40 years ago in Chemistry in Britain


Included guesses of what people must have said or done

I’m very fond of Watson. You’ve got to remember one or two things about that book. It was based on his letters to his parents when he was 25. It only appeared when Watson was 15 years or so older. Because he could not possibly have remembered all that detail, and relied on notes made at the time, the whole book reflects ideas about what was happening in the laboratory recorded without inhibitions by a young man from central United States. And some of it is fairly superficial. He put in things which he guessed people must have said or done, in keeping with their characters, and a young man of 25 does not know what is going on in higher circles in the laboratory as regards the politics. One of the important factors at that time was that we did not feel we ought to leap into the DNA field. Perutz and I did talk it over. But a good deal of what Watson described as my lack of interest in it was a holding back because I didn’t think we ought to enter a field in which Wilkins at King’s College had done so much work.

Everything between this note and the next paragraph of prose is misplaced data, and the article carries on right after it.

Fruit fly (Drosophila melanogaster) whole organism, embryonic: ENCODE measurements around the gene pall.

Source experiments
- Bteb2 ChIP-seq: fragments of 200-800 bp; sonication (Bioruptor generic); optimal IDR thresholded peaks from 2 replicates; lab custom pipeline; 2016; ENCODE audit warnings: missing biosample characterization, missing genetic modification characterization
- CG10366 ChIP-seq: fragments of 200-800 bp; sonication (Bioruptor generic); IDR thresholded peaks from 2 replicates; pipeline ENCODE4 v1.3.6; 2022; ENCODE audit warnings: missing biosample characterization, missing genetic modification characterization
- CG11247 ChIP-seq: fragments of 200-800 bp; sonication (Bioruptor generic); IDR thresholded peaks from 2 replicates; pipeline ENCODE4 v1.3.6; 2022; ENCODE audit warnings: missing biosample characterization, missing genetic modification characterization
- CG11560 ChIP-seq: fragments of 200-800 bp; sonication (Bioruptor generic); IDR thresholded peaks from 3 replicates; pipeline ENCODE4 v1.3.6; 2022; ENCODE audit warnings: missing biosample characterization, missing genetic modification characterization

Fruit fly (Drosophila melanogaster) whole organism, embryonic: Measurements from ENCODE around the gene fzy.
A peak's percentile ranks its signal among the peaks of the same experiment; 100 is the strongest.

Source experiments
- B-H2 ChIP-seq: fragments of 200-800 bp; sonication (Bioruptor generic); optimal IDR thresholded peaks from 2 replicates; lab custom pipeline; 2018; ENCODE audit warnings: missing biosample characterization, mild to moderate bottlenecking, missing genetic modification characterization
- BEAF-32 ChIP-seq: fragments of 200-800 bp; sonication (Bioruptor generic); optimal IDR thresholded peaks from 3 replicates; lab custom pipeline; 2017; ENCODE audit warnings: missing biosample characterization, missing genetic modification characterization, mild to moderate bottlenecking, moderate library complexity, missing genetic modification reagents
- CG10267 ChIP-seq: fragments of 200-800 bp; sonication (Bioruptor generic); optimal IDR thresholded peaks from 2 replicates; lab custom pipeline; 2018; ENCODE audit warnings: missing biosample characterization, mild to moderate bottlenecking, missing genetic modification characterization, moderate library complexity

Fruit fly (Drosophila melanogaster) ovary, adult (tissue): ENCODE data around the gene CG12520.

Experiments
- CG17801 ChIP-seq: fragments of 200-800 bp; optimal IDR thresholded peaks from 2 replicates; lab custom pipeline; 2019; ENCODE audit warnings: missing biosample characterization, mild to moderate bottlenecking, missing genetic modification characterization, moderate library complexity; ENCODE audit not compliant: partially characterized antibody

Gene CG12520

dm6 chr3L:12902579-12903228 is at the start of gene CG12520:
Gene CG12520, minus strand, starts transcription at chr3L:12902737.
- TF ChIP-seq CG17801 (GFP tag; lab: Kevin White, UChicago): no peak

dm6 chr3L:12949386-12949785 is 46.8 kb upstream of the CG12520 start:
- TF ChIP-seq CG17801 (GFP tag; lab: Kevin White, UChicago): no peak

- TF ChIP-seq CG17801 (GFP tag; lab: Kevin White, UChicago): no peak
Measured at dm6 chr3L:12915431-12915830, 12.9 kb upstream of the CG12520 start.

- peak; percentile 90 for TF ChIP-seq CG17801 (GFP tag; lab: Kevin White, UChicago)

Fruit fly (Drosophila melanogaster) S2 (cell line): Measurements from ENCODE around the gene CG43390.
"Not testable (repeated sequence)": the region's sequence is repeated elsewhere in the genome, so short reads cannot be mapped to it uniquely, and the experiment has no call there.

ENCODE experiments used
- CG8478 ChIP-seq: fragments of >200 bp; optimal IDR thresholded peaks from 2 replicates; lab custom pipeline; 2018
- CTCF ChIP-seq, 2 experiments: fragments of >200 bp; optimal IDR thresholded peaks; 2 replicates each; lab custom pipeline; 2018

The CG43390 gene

Recollections by Sir Lawrence Bragg on the book   The Double Helixby James Watson. Extracted from   Chemistry in Britain, April 1970. 

Ed. These recollections were published on the occasion of Bragg’s 80th birthday on 31 March 1970. They cover his early work with his father and J J Thomson, and his major contributions at the University of Manchester, the National Physical Laboratory, the University of Cambridge and the Royal Institution. Bragg’s recollections were followed by an appreciation by Max Perutz.